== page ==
No, literally put the clay on a pedestal-- or a box-- or anything else that brings it closer to eye level. If you're working on small details and need to see something up close, you can either stoop over the table (very bad posture, which can result in serious pain) or bring the clay closer to your face. I've been guilty before of stooping over my clay (trying to place tiny pepperonis on miniature pizzas, for instance), only to pay for it later in the evening with back aches. Trust me-- it's worth taking a minute to find something to put the clay on top of. If you prefer, you can also use a magnifying glass to make it easier to see fine details without bending over the clay. There are devices made specifically for this type of thing, with magnifying glasses mounted to support arms, or you can rig something up for yourself.

8. Let there be (adequate) light.
A well-lit work area may also prevent you from a tendency to stoop over the clay. Good lighting can help you avoid eye strain, as well. A room with just a ceiling fixture can appear to be well-lit, but a little task lighting (closer to the area where you work) makes a world of difference. Even an inexpensive lamp is better than nothing. Place it so that it shines down on your work surface. For daytime claying, windows are a wonderful source of free, natural light, but you'll want a way to control the amount of light that comes in (such as mini blinds, curtains, or shutters)-- especially for south-facing windows.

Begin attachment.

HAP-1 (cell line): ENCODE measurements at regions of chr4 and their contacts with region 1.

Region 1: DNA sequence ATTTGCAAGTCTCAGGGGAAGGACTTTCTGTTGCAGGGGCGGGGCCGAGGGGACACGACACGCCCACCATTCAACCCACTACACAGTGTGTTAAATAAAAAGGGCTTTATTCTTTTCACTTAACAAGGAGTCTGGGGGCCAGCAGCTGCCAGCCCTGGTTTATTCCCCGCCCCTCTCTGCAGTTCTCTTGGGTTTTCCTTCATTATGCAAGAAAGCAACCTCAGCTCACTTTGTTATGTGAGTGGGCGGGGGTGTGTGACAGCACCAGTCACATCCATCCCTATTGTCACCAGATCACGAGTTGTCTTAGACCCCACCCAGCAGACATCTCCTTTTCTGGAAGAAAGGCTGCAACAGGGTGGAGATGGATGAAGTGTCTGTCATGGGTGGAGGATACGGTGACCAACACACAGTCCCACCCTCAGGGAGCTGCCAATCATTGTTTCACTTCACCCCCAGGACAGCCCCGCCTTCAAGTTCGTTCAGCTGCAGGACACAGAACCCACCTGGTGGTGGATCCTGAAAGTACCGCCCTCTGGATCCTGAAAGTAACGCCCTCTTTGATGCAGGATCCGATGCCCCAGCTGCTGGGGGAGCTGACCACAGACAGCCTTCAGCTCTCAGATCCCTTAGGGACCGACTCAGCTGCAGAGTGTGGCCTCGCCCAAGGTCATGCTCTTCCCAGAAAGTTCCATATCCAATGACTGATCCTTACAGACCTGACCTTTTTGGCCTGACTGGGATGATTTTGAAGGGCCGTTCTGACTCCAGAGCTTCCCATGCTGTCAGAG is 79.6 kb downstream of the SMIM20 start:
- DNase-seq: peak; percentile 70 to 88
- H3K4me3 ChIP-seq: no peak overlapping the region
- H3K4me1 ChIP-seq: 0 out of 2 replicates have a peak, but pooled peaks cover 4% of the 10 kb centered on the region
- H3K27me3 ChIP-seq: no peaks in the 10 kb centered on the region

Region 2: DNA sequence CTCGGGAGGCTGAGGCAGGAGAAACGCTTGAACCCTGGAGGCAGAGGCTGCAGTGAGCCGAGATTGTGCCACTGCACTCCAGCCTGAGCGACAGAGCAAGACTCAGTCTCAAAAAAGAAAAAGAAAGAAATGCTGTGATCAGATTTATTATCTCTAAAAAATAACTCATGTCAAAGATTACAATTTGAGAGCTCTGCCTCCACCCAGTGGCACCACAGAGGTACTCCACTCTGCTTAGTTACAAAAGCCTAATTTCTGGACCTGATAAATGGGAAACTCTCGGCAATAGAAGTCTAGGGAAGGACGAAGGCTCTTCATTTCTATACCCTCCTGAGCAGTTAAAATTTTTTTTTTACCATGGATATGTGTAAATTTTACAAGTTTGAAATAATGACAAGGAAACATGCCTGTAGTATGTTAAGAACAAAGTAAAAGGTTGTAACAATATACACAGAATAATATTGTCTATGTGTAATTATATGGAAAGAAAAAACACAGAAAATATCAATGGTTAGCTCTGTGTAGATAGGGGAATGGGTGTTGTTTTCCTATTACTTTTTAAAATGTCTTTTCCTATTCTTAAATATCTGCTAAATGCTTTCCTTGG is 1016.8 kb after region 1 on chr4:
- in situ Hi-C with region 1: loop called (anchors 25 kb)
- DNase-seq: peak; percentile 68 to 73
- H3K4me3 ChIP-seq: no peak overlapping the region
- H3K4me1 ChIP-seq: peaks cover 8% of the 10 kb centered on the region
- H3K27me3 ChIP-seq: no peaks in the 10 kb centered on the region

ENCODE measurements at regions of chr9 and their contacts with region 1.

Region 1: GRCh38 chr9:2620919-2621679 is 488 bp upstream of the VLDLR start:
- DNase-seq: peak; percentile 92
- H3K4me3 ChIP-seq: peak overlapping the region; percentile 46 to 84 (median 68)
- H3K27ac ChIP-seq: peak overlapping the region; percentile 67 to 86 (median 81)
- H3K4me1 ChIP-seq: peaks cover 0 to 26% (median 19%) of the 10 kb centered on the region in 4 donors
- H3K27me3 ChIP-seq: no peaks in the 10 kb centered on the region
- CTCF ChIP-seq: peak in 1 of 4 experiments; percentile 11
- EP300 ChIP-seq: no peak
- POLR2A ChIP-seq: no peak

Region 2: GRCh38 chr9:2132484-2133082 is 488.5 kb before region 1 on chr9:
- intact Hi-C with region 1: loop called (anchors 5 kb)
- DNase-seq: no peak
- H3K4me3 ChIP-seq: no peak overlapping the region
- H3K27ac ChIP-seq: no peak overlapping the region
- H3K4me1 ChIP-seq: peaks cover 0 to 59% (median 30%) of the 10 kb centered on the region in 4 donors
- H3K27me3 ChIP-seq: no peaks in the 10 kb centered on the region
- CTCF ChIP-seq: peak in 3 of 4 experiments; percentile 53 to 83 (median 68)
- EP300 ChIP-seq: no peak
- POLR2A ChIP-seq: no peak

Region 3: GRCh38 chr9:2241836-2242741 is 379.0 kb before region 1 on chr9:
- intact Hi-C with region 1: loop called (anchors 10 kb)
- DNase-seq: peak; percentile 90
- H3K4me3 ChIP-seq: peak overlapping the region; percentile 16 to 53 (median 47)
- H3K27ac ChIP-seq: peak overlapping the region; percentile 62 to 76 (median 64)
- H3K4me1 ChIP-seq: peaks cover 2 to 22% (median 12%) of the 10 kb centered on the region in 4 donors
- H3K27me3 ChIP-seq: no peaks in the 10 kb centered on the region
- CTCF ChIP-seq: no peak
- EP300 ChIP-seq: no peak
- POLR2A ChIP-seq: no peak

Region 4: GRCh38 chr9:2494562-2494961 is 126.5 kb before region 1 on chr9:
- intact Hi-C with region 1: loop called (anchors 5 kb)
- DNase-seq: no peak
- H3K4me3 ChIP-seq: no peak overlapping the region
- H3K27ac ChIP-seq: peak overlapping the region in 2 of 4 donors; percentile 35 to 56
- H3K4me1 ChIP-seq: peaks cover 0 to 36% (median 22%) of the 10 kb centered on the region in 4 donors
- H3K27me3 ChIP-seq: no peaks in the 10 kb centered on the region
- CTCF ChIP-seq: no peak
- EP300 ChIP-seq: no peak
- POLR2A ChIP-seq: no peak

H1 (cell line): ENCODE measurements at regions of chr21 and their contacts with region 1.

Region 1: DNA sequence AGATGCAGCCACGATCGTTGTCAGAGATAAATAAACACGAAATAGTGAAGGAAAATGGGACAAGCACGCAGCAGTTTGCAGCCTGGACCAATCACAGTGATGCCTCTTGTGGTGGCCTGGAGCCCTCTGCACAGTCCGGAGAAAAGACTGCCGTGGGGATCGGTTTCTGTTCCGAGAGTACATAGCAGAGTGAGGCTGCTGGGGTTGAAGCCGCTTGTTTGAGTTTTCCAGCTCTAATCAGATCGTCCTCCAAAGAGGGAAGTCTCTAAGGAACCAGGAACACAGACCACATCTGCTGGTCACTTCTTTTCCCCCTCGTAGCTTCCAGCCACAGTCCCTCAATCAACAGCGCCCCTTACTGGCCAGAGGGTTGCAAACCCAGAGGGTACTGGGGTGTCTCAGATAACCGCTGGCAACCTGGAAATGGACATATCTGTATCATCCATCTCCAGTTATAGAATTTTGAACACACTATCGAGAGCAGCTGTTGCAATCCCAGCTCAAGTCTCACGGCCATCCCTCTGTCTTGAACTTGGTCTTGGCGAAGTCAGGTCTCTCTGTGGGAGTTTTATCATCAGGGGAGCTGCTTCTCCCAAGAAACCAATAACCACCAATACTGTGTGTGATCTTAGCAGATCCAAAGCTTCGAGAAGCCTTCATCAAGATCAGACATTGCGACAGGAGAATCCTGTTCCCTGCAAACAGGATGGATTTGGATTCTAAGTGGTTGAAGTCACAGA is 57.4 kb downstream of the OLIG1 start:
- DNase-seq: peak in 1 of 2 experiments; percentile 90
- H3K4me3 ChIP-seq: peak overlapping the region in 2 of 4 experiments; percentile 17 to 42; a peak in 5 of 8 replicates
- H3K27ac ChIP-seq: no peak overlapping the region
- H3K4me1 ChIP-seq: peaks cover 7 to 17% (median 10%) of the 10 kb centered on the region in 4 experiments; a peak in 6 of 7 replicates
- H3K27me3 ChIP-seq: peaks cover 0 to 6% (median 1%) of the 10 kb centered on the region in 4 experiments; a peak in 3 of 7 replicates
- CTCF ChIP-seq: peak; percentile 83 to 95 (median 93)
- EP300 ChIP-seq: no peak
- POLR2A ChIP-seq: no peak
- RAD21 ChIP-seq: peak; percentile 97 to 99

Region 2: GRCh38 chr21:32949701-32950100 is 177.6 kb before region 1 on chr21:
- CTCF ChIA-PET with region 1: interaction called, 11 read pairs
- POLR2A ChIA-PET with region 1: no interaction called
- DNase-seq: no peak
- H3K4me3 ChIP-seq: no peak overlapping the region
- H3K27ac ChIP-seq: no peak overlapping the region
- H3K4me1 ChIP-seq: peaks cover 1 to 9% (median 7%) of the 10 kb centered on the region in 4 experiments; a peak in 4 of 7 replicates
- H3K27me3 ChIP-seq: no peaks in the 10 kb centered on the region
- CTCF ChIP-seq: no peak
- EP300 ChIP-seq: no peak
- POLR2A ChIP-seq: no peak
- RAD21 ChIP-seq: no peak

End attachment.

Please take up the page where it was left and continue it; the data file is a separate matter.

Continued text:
9. Hand off the sanding.
If you suffer from arthritis, carpel tunnel syndrome, or any other condition that causes pain in the hands or wrists, you are probably limited in the amount of sanding you can comfortably do. ("Comfortably" being a relative term!) There are a few possible solutions for this problem. First, you can learn to love the clay's "natural" matte finish and cut out the sanding altogether. If you insist upon sanded clay, you might try tumble sanding. If you can handle some hand work-- or aren't ready to invest in a tumbler-- you might try sanding with sanding sticks or sanding sponges, which some find easier on the fingers than regular sandpaper. There are also electric and battery-operated tools (such as toothbrushes) that can be modified to help with the work of sanding. (See this page at Glass Attic for more info on sanding sticks, sanding sponges, and other sanding-related tools.)

10. Take a break.
As much as we love the clay, it's important to take a break every so often. Get up, stretch gently-- maybe even take a short walk around the house-- the yard-- the block. Even if you don't have time for a walk, standing and stretching for a minute can make a difference. Use these moments to stand back and look at what you've done. You may find new inspiration by looking at things from another angle.

If you have another tip for claying in comfort, please feel free to share it. :o)

Wednesday, November 14, 2007

Tumble Sanding-- with river rocks?